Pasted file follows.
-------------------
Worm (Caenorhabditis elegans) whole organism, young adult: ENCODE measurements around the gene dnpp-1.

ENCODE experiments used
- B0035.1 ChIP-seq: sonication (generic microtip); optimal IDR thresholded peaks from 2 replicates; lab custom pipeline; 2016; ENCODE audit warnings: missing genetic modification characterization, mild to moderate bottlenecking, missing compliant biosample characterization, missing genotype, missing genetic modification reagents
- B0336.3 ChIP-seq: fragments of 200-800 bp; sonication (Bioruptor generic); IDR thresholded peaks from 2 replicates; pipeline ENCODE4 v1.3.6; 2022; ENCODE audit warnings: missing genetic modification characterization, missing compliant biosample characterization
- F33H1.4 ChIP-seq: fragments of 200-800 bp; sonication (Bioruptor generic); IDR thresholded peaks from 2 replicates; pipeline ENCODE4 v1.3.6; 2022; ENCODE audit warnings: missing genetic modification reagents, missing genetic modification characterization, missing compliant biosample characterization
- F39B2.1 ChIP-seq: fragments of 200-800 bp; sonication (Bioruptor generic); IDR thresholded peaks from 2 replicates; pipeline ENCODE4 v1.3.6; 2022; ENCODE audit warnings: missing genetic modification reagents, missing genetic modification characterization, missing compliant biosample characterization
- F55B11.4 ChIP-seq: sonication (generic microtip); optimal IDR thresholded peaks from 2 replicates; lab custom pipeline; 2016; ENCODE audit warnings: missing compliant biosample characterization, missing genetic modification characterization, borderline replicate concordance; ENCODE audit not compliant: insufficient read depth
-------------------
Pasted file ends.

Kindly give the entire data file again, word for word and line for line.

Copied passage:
Worm (Caenorhabditis elegans) whole organism, young adult: ENCODE measurements around the gene dnpp-1.

ENCODE experiments used
- B0035.1 ChIP-seq: sonication (generic microtip); optimal IDR thresholded peaks from 2 replicates; lab custom pipeline; 2016; ENCODE audit warnings: missing genetic modification characterization, mild to moderate bottlenecking, missing compliant biosample characterization, missing genotype, missing genetic modification reagents
- B0336.3 ChIP-seq: fragments of 200-800 bp; sonication (Bioruptor generic); IDR thresholded peaks from 2 replicates; pipeline ENCODE4 v1.3.6; 2022; ENCODE audit warnings: missing genetic modification characterization, missing compliant biosample characterization
- F33H1.4 ChIP-seq: fragments of 200-800 bp; sonication (Bioruptor generic); IDR thresholded peaks from 2 replicates; pipeline ENCODE4 v1.3.6; 2022; ENCODE audit warnings: missing genetic modification reagents, missing genetic modification characterization, missing compliant biosample characterization
- F39B2.1 ChIP-seq: fragments of 200-800 bp; sonication (Bioruptor generic); IDR thresholded peaks from 2 replicates; pipeline ENCODE4 v1.3.6; 2022; ENCODE audit warnings: missing genetic modification reagents, missing genetic modification characterization, missing compliant biosample characterization
- F55B11.4 ChIP-seq: sonication (generic microtip); optimal IDR thresholded peaks from 2 replicates; lab custom pipeline; 2016; ENCODE audit warnings: missing compliant biosample characterization, missing genetic modification characterization, borderline replicate concordance; ENCODE audit not compliant: insufficient read depth